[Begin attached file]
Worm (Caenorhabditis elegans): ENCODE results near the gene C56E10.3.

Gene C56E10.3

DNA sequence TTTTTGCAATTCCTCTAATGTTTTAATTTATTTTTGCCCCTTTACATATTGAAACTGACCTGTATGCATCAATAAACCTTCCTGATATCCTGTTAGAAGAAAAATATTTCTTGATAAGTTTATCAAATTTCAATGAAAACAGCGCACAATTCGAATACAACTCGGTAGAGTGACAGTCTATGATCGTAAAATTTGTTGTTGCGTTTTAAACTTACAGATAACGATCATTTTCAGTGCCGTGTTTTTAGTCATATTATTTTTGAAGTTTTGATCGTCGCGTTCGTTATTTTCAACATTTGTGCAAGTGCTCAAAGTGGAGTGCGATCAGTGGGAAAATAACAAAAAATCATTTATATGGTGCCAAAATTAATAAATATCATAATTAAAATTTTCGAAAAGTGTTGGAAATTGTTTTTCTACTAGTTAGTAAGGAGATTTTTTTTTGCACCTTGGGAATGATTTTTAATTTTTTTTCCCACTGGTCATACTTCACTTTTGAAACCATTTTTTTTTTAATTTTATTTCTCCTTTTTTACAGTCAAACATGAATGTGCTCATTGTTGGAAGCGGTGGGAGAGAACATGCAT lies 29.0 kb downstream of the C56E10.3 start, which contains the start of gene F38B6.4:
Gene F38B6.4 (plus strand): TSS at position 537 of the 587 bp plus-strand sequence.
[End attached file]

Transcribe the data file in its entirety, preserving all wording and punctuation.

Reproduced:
Worm (Caenorhabditis elegans): ENCODE results near the gene C56E10.3.

Gene C56E10.3

DNA sequence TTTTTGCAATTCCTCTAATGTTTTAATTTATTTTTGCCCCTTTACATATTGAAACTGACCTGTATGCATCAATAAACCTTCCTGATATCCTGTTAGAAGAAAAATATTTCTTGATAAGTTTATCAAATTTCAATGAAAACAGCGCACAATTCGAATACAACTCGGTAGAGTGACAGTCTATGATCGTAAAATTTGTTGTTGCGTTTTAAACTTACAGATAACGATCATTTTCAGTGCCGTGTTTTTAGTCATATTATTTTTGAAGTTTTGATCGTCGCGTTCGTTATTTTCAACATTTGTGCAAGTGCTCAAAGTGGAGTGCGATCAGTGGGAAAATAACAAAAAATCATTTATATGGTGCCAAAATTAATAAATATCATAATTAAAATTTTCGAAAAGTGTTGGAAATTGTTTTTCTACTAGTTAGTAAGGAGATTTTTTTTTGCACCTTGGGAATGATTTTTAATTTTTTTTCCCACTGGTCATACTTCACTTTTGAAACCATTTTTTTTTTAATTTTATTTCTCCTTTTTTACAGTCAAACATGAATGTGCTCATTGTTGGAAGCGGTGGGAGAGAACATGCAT lies 29.0 kb downstream of the C56E10.3 start, which contains the start of gene F38B6.4:
Gene F38B6.4 (plus strand): TSS at position 537 of the 587 bp plus-strand sequence.